Travel health: May'14

Publish date: 28/05/2014

Hello everyone and welcome to today's Live Chat about 'Travel health'! Ask any questions you have around travel health here.

Rahim asked: I have been having a problem with my upper abdomen it all started when I got pregnant I kept getting tightened like someone is squeezing my upper abdomen really hard to the point when I can't not breath and when I lie down it become worse I kept going hospital many times for it and doctors said it could be the heart burn because I have suffered a lot from it during my pregnancy, and they said after giving birth it shouldn't happen to me again but it did happen one week after I gave birth and it was worse than ever it also took long to stop and I ended up again in the hospital but they couldn't tell what's the problem they kept said is acid or gas, and that was the last time I had it, but now I get bloating in my upper abdomen sometimes and every time I start eating or drink I feel bloated I also feel uncomfortable in my upper abdomen and it became hard I'm still waiting for the hospital to have a camera going down my upper abdomen to check as hospitals take very long time and they already cancelled my appointment twice, I had an ultrasound months ago for liver and kidney and all was normal, what do you think the problem I have? Looking forward to hear from you. Thank You

Dr Steve Iley answered: Thanks for the question Rahim. You didn't say if you had travelled recently. The symptoms you describe do sound like 'acid heartburn' or reflux disease (GERD). The best test is the camera and they may also look to check for certain other causes that are associated with this condition including some bacteria. This condition is associated with pregnancy but also other things including certain foods, and hiatus hernia. Good luck with the tests and you should see your doctor as soon as possible if you feel worse or notice blood in your vomit. Steve


If you missed our live chat and have any further questions relating to travel health, then why not ask our panel of experts a question?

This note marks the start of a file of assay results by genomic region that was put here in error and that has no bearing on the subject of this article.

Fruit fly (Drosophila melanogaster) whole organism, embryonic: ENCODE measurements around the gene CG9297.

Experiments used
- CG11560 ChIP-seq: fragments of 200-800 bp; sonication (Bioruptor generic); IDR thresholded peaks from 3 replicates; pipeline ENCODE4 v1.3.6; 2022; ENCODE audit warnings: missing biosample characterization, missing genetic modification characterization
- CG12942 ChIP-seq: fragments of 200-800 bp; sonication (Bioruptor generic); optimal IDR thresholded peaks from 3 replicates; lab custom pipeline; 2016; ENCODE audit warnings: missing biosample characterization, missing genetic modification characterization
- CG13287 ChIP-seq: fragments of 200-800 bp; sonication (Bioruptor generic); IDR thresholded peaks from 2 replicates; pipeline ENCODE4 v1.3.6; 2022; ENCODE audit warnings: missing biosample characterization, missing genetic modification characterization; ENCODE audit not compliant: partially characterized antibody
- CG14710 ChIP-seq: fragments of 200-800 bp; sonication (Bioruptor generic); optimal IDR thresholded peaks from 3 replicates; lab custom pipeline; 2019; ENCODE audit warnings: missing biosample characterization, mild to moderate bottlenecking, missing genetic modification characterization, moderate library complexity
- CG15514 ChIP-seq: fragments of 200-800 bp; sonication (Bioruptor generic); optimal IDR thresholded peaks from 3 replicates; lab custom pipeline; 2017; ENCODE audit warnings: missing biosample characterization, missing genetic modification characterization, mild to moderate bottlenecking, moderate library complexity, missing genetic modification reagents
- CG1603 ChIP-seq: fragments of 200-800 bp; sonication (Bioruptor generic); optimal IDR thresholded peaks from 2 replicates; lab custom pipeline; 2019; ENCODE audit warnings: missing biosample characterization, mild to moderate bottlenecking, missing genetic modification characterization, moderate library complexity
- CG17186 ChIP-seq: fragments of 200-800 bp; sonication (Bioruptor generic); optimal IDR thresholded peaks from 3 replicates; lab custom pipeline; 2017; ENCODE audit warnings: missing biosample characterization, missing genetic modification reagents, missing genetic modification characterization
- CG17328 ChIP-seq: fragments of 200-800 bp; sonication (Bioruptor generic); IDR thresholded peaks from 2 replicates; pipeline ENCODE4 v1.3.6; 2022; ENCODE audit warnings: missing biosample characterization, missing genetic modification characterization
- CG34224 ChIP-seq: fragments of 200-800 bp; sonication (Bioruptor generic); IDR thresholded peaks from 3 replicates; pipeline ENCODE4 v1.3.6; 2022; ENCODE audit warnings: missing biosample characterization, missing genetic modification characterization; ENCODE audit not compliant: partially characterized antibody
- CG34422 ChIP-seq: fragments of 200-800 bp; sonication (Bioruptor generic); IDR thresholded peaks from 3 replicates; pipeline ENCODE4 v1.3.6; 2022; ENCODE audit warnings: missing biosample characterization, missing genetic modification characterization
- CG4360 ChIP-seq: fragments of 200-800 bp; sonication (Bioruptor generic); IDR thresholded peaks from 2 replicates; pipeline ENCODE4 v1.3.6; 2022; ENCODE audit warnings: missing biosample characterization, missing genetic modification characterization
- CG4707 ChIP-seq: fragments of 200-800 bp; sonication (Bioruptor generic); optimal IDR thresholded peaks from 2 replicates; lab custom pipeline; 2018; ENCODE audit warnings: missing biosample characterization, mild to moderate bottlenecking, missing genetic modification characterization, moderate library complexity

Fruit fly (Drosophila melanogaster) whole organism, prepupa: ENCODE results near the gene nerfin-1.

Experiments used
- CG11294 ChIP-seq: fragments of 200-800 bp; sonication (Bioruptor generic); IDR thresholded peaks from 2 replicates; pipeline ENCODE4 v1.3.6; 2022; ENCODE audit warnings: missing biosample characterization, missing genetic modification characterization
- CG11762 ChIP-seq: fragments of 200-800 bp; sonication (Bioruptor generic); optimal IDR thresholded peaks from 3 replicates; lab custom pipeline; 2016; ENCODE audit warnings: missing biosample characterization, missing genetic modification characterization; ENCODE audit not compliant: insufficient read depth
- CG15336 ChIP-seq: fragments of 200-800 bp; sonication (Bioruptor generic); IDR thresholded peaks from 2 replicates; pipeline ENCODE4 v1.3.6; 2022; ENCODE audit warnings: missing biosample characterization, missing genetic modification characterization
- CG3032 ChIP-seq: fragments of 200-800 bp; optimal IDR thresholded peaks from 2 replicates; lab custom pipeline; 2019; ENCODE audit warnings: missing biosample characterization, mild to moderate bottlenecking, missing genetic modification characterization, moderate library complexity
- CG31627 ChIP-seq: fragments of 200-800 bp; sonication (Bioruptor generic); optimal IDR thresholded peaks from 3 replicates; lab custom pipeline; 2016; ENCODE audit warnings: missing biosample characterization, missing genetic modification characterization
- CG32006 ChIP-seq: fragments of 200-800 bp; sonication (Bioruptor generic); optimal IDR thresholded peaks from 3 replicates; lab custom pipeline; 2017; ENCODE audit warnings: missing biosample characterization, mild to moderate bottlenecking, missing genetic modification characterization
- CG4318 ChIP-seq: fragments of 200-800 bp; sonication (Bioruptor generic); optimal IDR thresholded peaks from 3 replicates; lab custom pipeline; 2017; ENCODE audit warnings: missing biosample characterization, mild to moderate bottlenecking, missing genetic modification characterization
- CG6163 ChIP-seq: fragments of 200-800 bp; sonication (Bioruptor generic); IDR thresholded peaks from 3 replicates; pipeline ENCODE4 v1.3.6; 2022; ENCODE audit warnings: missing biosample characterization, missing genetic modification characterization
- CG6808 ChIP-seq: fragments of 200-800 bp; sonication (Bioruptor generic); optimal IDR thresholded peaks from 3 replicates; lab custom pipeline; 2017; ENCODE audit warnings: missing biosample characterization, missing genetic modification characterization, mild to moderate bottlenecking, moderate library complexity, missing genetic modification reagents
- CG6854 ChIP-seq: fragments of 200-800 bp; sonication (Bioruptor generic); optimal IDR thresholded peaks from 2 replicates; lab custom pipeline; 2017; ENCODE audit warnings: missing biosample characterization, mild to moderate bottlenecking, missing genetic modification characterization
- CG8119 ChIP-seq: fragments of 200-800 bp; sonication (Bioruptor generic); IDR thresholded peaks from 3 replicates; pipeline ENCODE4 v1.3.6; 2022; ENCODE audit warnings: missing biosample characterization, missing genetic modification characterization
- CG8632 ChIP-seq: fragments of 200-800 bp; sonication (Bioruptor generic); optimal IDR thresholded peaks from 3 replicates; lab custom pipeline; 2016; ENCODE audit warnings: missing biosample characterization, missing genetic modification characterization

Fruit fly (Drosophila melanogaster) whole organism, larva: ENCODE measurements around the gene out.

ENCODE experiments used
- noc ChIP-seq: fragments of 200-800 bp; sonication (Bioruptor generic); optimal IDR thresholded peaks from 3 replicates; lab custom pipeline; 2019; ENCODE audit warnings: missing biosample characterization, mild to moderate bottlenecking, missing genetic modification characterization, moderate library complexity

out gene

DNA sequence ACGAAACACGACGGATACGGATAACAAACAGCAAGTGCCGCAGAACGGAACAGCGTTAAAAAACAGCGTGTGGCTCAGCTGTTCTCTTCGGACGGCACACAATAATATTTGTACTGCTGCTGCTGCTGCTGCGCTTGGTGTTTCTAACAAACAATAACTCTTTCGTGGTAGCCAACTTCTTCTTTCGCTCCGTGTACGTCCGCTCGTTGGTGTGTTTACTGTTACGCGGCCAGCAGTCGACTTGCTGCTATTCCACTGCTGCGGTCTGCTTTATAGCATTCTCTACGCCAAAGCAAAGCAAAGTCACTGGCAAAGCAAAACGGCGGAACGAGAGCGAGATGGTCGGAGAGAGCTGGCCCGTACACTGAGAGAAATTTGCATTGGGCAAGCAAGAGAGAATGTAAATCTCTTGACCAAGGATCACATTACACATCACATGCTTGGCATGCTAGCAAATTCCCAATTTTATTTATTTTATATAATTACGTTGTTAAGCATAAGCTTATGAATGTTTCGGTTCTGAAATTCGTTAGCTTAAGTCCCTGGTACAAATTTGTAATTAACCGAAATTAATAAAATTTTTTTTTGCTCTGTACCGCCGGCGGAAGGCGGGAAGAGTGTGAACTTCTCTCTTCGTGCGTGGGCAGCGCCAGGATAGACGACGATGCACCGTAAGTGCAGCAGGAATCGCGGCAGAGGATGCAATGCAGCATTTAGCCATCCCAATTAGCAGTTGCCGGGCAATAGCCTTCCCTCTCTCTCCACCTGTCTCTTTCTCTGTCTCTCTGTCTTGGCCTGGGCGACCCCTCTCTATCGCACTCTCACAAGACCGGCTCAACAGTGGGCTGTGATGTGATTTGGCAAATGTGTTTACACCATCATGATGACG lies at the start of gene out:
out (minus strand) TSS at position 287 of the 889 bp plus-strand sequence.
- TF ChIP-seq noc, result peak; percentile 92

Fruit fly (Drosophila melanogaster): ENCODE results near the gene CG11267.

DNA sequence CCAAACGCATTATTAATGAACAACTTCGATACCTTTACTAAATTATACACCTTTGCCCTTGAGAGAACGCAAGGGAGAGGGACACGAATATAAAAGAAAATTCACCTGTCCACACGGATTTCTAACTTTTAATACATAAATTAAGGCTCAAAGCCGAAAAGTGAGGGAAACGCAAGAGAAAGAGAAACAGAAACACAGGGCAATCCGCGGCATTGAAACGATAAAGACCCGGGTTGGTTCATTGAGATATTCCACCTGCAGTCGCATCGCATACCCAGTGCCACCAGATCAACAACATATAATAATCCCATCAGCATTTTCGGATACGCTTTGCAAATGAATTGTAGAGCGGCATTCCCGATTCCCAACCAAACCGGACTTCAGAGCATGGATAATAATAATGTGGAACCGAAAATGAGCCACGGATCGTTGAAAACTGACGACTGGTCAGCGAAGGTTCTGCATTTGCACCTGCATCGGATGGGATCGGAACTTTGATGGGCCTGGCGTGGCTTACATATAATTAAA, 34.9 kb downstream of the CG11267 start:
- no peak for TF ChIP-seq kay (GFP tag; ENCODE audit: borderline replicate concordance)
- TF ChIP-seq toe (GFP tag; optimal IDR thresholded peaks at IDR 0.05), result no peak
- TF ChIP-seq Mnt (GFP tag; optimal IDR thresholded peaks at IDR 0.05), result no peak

Thi asked: Hello Team, I have recently traveled to Tahiti and contracted Dengue fever. It was diagnosed on the 2/4/2014. However, im still feeling very bad with symptoms like numbness in my arms, shortness of breath, chest pain, muscles pain and fatigue.Can you please advise how long it would take to feel better? and also is it normal to have relapse of the symptoms? It has been 1.5 months and im not getting better. Thanks.

Dr Steve Iley answered: Hi Thi. Dengue fever is caused by being bitten by mosquitoes carrying the dengue virus. It causes muscle and joint pains, fever, headaches and a rash. It can sometimes cause a much more sever illness called Dengue Heamorrhagic Fever with anaemia, blood loss and shock. Both these conditions are acute and usually short lived with appropriate treatment. Dengue fever does not usually last longer than 2-3 weeks. Given the length of your symptoms there may be other conditions that need to be excluded including some tropical illnesses. I recommend that you see your doctor and preferably see a doctor who has a specialist interest in travel medicine. They should check you and take some blood tests to look for other potential conditions. Best of luck, Steve.

AXA PPP healthcare asked: We have a question  from Twitter: @breckonjones "Top health tips for traveling to Bali with a toddler? #travelhealth"

Dr Steve Iley answered: Hi, always remember the basics for any travel especially with a toddler. Safe food and water, sun exposure and accidents. Bali, in Indonesia has a number of tropical disease to be aware of and some diseases you may not think of. Measles can occur in outbreaks so routine childhood immunisations should be up to date. Malarial risk is small on Bali itself but high in nearby islands that you can visit on trips. Cholera, Diptheria, Hepatitis, Typhoid and Tetanus are all potential risks so a proper travel risk assessment is definitely recommended at a travel clinic who can give you proper advice on what needs to be given. Children dehydrate quicker than adults so you should be extra cautious about food and water, take along some rehydration salts for use if diarrhoea should occur. Prickly heat is also more common in children, caused by a build up of sweat in the glands. Keep them cool, in the shade, use 100% cotton clothing to prevent it. Once it happens, bathe in cool water, pat dry and use calamine lotion or baby talc. Don't forget animals are a great attraction for toddlers but carry disease so should not be touched. Cover them up in the sun, use high factor sunscreen or a sunsuit, children aren't interested in a tan ... they just want to play. Bali is a fantastic place and you will have a great time with some precautions as above. Have fun, Steve.